James Carl

Diaz Contemporary

While a long-awaited midcareer survey of James Carl’s work was being held at three other Ontario venues this winter, the Diaz Contemporary show modestly offered five of the artist’s sculptures, all from a series titled “jalousie,” 2006– , a term used in France and Germany to designate venetian blinds (and, in the former, jealousy). In a manner reminiscent of chair caning or basket weaving, Carl arduously plaits metal slats from these window treatments into elegant biomorphic shapes.

The artist’s painstaking process of testing his material’s tensile limits is especially evident in jalousie (bananier) (all works 2008). The strips of metal (in a retro and diverse mix of synthetic colors ranging from deep purple to banana yellow) appear slightly battered, suggesting that a certain degree of trial and error went into the work, the artist perhaps seeking to render the boat implied by the title. The vessel’s integrity seems compromised due to a lack of adhesives, as made apparent by a few slightly hovering ends. Such formal imperfections serve to complicate the sculpture’s dialogue with notions of idealistic purity associated with modernism. In its palpable potential for failure the piece is reminiscent of the models for Buckminster Fuller’s early dome-related experiments; these were likewise made with blinds, but in the end did not, as it were, bear fruit. Carl’s work, with its bent and rounded form, also suggests both a banana itself and a monumental Henry Moore reclining nude.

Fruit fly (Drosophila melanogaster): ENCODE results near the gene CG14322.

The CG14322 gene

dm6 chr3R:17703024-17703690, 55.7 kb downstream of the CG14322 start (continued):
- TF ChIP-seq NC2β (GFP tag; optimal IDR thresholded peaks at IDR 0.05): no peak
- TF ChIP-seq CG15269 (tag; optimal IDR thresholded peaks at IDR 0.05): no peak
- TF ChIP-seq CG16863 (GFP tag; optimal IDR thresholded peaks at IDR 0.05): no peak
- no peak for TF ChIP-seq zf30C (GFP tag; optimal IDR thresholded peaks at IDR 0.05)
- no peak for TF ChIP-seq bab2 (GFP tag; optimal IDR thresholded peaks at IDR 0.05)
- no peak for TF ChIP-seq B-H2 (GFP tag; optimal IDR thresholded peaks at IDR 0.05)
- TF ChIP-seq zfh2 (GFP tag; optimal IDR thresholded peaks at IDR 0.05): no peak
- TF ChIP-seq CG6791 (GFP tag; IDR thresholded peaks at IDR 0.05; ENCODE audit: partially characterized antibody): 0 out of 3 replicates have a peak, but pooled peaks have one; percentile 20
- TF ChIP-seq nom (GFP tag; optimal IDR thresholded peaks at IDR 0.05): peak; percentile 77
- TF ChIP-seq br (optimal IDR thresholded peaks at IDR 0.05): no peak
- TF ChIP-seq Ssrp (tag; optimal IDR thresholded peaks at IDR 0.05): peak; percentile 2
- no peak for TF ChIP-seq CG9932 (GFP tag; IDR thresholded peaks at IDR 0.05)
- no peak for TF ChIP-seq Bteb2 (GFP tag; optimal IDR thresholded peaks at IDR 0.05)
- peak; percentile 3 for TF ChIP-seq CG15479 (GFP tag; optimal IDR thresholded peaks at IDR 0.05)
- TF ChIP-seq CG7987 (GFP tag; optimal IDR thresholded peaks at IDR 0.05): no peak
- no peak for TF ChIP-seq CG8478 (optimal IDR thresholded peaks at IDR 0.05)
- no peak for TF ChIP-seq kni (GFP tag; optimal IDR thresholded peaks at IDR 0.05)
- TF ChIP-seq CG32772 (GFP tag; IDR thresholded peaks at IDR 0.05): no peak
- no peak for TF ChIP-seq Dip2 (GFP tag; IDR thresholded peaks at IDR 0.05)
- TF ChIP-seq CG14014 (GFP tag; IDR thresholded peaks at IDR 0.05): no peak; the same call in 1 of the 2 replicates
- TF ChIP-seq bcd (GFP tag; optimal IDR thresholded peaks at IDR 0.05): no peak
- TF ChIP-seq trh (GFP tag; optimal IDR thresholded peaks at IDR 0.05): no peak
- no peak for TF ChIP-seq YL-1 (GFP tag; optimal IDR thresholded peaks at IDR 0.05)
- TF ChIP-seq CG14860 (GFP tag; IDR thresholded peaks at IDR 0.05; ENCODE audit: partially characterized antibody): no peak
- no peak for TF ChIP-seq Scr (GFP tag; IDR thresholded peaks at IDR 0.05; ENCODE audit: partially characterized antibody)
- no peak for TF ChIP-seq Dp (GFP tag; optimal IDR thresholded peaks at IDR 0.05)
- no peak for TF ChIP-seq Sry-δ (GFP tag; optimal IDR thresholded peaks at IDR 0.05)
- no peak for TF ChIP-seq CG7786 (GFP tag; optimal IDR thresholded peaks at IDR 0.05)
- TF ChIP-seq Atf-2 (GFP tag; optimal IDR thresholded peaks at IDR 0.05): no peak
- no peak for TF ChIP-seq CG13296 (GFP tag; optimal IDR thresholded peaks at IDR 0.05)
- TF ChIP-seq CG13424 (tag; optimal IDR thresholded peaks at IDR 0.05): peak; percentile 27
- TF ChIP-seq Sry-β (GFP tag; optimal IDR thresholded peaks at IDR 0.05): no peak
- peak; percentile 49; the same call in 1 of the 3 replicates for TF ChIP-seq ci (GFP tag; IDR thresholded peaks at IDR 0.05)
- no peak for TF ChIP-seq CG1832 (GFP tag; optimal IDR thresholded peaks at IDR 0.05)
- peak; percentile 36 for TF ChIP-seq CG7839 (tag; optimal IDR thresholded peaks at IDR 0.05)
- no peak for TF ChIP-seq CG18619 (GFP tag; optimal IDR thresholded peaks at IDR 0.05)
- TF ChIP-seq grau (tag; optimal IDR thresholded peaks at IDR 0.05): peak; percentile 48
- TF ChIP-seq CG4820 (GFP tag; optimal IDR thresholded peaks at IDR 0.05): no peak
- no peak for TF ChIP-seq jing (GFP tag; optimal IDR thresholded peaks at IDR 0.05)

Loosely woven, the blinds form a flexible fabric punctured by evenly spaced hexagonal holes, retaining in each work a three-dimensional shape as if they were once wrapped around an object now evacuated. Notions of loss and negative space are emphasized most strongly in jalousie (baluster), a work that invites viewers to look at and through its convex and concave expanses of green, blue, and maroon, their eyes shifting between focusing on the front surface, with its six-sided, hard-edged shapes, and peering through to the back, an activity that causes the two hole-ridden surfaces to interact as a moiré pattern.

In Alain Robbe-Grillet’s 1957 novel La Jalousie, an unidentified narrator watches—through the slats of blinds—the interactions of his spouse and a neighbor, continuously replaying his suspicions and observations so that neither he (the viewer) nor we (the readers) can distinguish between intertwined layers of fact and fantasy. Voyeuristic narratives are also suggested by Carl’s woven, screenlike surfaces, through which viewers may look upon one another, from positions wavering between public and private. Or perhaps the works are the inchoate, jealous fantasies themselves, appearing as they do in a state of becoming, as if they are materializing from irrational or illusive origins, a notion best conveyed by jalousie (bole), the tallest and most striking of the works on view. The piece, its lower and middle regions rendered in solid blue, its top in a diverse and seemingly random array of colors, appears in transition toward becoming a coherent whole, an invention distilled from the imaginary ether. Then again, this chromatic transition might be less symbolic than material in origin; Carl might have merely run out of the blue slats, and the shape, rather than the color scheme, is what matters most. Similarly, the two protuberances at the sculpture’s base that initially register as figurative limbs may merely be structural necessities. Despite their many emotional and psychological resonances, Carl’s works speak most strongly to material and form, and constitute considerable achievements in technique.

Dan Adler